Digital payments are the next frontier when we discuss the payments landscape in any part of the world. While payment gateways, wallets and crypto currencies vary in adoption and feature set across geographies, there is no denying the potential that going cashless holds. You can use digital payments to make purchases, both online and in-store.
With respect to digital payments in the UK, non-cash payment methods represented 66% of all payments in the UK in 2017, which is up from 39% as compared to the data in 2007. This shows a strong adoption pattern with more and more people looking to move past cash only options.
Digital payments hold such massive sway in economies such as ours because of their power to ease payments (contactless, cashless, virtual etc.), build transparency and trackability (budget management, expense watching etc.).
As more and more people have started relying on their smartphones, across virtually all aspects of their lives, companies have also started exploring cashless options, to keep ahead of the pack in terms of providing a best-in-breed user experience.
Digital payments are the next stage in the evolution of money and businesses here have to become more adaptive in terms of accepting payments through them.
If you’re a business looking for a future-proof payments solution, you might require some solid research and a game plan to choose which digital payment platform fits in with respect to your requirement. With several options available, it is hard to pick one which would provide you the most benefit.
What to watch:
Ease of use
While choosing the right solution, make sure that it has a simple interface to manage and operate which provides the most value for money. You don’t want something too complicated or technical which would be difficult for your teams and your customers to grasp.
It should have a quick and hassle-free setup process, is completely user-friendly, insanely secure and scratches off a reliance on bulky physical infrastructure (helps you build within your existing infrastructure without the need to rip-and-replace multiple things).
You need customers to rally around your solution because onboarding, if easy, quickly moves consumers towards adoption.
Try looking for solutions that are specifically tailored to cater to business requirements in general. A no brainer but do opt for an option that works across web, mobile (Android and iOS)
Reasonable fee structure
Look for a feature-rich platform that isn’t asking you to pay through the nose. The platform should be free to use for your users, seamlessly connects with the users’ payment options (banks, payment service providers etc.) and should not be charging an arm or a leg anytime payments are processed. (the industry standard is a 2.5% to 3% surcharge)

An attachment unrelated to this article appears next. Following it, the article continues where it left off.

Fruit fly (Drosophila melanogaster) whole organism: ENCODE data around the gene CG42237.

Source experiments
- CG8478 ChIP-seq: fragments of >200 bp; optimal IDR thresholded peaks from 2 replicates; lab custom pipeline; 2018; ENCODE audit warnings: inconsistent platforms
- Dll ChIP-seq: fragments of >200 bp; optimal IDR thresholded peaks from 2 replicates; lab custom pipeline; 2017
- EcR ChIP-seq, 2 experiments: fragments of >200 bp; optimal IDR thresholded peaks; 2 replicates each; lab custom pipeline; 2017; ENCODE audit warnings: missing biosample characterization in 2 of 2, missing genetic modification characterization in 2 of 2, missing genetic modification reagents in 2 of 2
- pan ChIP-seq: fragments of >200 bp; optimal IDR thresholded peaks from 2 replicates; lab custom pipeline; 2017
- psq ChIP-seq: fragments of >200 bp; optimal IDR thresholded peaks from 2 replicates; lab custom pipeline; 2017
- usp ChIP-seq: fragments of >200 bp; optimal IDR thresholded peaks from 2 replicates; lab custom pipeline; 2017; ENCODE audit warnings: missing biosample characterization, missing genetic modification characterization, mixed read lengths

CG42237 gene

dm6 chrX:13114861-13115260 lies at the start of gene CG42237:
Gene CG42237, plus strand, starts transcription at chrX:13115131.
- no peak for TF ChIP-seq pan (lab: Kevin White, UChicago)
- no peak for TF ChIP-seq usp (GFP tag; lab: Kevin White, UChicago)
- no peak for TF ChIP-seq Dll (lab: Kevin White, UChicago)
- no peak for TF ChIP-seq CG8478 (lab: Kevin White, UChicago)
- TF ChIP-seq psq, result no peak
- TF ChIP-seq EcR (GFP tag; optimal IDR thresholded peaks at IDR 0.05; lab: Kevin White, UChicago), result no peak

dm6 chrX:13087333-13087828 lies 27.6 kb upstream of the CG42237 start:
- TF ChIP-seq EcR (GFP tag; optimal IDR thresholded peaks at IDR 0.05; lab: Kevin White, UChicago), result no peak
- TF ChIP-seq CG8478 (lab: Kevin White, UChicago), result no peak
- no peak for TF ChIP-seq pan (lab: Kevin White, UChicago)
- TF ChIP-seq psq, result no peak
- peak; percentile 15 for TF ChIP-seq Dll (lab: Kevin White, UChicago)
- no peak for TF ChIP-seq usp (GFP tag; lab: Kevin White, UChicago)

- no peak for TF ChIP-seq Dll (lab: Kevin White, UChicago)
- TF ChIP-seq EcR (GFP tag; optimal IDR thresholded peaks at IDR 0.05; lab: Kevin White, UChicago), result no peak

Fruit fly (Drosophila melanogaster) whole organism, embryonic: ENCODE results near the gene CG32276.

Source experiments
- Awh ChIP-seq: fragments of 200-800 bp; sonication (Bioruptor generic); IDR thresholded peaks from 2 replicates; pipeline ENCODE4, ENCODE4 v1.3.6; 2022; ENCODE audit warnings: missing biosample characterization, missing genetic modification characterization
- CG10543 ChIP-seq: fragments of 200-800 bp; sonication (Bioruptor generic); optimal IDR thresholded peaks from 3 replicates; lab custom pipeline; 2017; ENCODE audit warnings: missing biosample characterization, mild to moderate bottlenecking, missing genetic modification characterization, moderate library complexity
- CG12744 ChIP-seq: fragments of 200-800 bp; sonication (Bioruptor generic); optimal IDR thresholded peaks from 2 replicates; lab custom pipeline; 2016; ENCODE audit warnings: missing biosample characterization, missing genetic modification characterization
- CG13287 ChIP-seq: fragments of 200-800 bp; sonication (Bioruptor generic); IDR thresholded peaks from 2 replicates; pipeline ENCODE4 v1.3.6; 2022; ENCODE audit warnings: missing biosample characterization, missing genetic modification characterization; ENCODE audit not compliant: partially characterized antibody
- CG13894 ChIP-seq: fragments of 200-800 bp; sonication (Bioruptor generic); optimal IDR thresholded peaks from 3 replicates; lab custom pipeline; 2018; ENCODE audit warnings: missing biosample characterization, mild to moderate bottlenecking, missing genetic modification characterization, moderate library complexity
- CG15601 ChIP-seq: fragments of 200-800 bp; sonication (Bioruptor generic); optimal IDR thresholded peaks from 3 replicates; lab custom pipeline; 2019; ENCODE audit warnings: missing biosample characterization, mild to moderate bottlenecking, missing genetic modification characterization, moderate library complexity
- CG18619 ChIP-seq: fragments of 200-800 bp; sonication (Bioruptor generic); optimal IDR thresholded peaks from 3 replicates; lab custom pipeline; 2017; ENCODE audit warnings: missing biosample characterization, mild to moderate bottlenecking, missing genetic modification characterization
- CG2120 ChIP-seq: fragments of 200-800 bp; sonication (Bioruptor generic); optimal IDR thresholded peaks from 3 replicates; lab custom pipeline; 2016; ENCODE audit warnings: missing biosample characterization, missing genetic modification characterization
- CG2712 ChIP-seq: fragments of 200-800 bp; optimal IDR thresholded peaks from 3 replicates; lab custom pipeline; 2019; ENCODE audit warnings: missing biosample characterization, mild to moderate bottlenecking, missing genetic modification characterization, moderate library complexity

Tried and tested
You should also look to onboard a solution that has been tried and tested by the market, unfortunately with respect to software solutions a lot of experimentation goes into initial builds (stress/feature testing, versioning, bug fixing etc.) so it is important to do your research and discover strengths and weaknesses that each option possesses. In this Square Cash app for business review, for example, you can evaluate the pros and cons as well as the points I mentioned above, and see if it works out for you. Tried and tested by vCita. You can also replicate its review across other options that you are evaluating, would work well with respect to your own payments journey.
Your local payments landscape
You might be an aspiring brand that is looking to build a next generation platform, powered by state-of-the-art payments. But if you are working within an economy that is moving slow to payments options like, contactless, near field etc. it might be a good option to review what the public private sector sentiment is on these matters
Feel free to visit the Bank of England website, and pick up on key stats and researches to review what’s happening locally. If you are not that into research, feel free to check this out to give you a snapshot of what’s to come.
Digital payments is a tricky slope. You are trying to move people away from something they are used to towards something that is practical. Going with a good payments partner helps you reduce your time-to-adoption exponentially.
As a brand you also need to incentivize the digital payments journey, look to do partnerships with players (public, private consortiums) who are also trying to develop the digital payments landscape. If you have a solid service (Built with user- experience in mind), that incentivizes the digital payments journey and educates customers well, then you are set!
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